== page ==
Recently I was given the special privilege of being at the screening of the short film, Meditation Extreme. The film is the culmination of an “Acting for Screen” class taught by Daniel Roemer this past summer. This screening was the first time the actors — all locals — had seen the finished product. I had no clue what to expect from this product of our community.
Daniel Roemer grew up in this town, graduating from Mansfield Christian in 1999. He moved away to study film at USC and stayed out in LA for the next 15 years. In that time his CV exploded impressively with top honors and finalist positions in such programs as “On the Lot,” a reality show produced by Steven Spielberg and Mark Burnett, showcasing filmmakers “bound for stardom.” He was also twice a finalist for best director in the esteemed Project Greenlight.
Roemer also discovered an aptitude and desire to teach while out west. His professor in school, Joseph Hacker, not only taught him in an acting for screen class, but inspired him. Roemer said he had thought, “I’d love to teach based on his style.”
In his mid 20s Roemer was asked to teach small acting workshops that took him around the world from Missoula to Budapest. It was his first experience teaching and he found it to be quite “a different skill from acting and directing.” Especially when teaching a bunch of actors who want to give you public speaking tips. Though frustrating, he did realize then how much knowledge and experience he had to share as a teacher.
Flash forward to 2017, when Roemer is back in the town where he began making films as a kid with Super Soakers and fake blood packets. Where he learned cinematography from taking out videos from our public library. In recent years, when the Mansfield Art Center has asked if Roemer would be interested in teaching classes there, he said yes.
The students in this “Acting for Film” class ranged from seasoned stage actors who wanted to learn something new to acting novices. Haley Bedocs was looking at a way to get into film acting from the stage: “I wanted to branch out my craft and see what else I could do.” On the other hand, Tara Corrigan had “been lured there as a fun challenge.”
Roemer’s objective for the class was manifold. First he wanted to make the class specific to acting on film because Mansfield is much more a theatre town, and the acting for each medium is so different. He described acting for theatre as showing less but making it bigger, and acting film as doing more with less. Roemer also wanted to show the students what it is like to be in an actual film — filming out of order, special effects, production, and the like.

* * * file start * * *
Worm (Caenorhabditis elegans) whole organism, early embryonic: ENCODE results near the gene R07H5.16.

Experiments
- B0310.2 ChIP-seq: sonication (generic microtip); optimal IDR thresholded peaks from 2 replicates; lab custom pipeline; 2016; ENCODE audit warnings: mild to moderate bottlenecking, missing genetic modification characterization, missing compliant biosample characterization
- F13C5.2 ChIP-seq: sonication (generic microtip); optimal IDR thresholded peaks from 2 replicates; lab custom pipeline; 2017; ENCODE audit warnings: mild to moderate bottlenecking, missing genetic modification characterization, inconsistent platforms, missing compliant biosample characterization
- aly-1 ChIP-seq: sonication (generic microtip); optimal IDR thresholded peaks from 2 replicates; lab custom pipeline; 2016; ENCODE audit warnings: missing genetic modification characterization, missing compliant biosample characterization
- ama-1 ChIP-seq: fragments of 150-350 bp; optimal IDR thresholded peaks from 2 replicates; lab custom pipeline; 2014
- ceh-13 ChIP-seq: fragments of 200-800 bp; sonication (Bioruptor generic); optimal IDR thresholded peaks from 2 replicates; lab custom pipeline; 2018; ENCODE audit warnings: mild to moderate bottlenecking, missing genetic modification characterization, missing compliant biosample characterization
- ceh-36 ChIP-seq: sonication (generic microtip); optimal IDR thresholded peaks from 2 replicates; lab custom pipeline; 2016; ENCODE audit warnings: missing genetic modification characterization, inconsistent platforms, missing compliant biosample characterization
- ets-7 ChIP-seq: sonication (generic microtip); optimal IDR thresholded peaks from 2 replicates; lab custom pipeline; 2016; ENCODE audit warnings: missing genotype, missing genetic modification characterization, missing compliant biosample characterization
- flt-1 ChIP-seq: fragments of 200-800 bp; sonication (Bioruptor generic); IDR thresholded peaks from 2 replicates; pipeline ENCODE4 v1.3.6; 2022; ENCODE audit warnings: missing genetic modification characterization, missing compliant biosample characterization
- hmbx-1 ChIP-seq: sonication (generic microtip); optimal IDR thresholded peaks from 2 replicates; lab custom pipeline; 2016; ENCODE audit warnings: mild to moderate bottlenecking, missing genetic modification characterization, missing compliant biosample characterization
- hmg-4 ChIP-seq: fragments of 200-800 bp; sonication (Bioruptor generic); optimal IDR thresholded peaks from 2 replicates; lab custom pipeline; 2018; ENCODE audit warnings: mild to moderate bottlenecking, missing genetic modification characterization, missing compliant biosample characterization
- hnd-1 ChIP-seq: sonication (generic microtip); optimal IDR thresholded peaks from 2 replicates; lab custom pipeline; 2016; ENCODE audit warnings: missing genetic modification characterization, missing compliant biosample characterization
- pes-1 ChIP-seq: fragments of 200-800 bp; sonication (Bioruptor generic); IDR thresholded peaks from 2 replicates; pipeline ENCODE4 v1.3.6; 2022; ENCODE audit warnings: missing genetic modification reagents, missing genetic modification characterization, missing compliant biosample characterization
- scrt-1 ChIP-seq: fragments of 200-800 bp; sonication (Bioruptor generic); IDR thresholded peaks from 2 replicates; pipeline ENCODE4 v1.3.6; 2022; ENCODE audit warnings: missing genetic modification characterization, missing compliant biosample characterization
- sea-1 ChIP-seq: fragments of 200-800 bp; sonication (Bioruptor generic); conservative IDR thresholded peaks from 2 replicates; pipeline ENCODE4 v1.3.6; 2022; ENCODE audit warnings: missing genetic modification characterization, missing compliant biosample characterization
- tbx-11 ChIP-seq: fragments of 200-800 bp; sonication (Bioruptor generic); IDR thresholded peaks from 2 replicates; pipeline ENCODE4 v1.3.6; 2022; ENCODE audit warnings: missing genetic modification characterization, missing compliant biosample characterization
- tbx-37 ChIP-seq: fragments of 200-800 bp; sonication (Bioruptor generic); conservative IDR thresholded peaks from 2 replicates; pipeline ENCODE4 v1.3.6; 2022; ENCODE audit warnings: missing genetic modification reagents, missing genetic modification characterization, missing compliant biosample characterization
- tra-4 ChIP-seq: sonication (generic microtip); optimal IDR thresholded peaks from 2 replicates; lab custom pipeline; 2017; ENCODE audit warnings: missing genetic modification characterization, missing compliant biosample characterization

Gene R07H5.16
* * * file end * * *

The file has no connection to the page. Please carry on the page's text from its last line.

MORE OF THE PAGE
The film itself is impressive, especially given that it was shot in just a few weeks with a very tight budget. The plot follows a group of people out in nature, spending a day in a meditation retreat. Their less-than-successful attempts at enlightenment are interrupted by gunfire. What ensues is an unorthodox combination of solemnity, solidarity, hilarity, bravery, and gore. The film is unconventional and, refreshingly, doesn’t follow a well-recognized recipe.
The outtake interviews are my favorite part of the film. The first week of shooting it rained, so to keep working Roemer asked each actor to interview with him or producer Nate Tucker. The actors had only just learned their roles, but jumped into the ad libbed interviews with ease. Each actor brought to life their character with humor and humanity.
Before the screening, Roemer introduced the project and thanked everyone there for their roles in this “team sport.” After watching the actors work together, this reference takes on a meaning greater than a toss away catch phrase. The people in that room had clearly gone through something together, an event somewhere between warfare and summer camp.
When asked about the art scene in Mansfield, Roemer thought for a while before saying he felt that every place has a certain percentage of the population occupied by talented artists. Our area, he said, has a pretty high percentage. It’s something about the “mixture of bittersweetness — the red and the blue, those burned by religion and those really into it.” He thought a little longer. “Makes good drama.”
Meditation Extreme screens at the Richland Academy on Thursday, November 30 at 7:30pm. The screening includes several shorts shown before and after the 20 minute-long film. Tickets are $5. A ticket stub will get you a half-priced drink at Martini’s afterwards.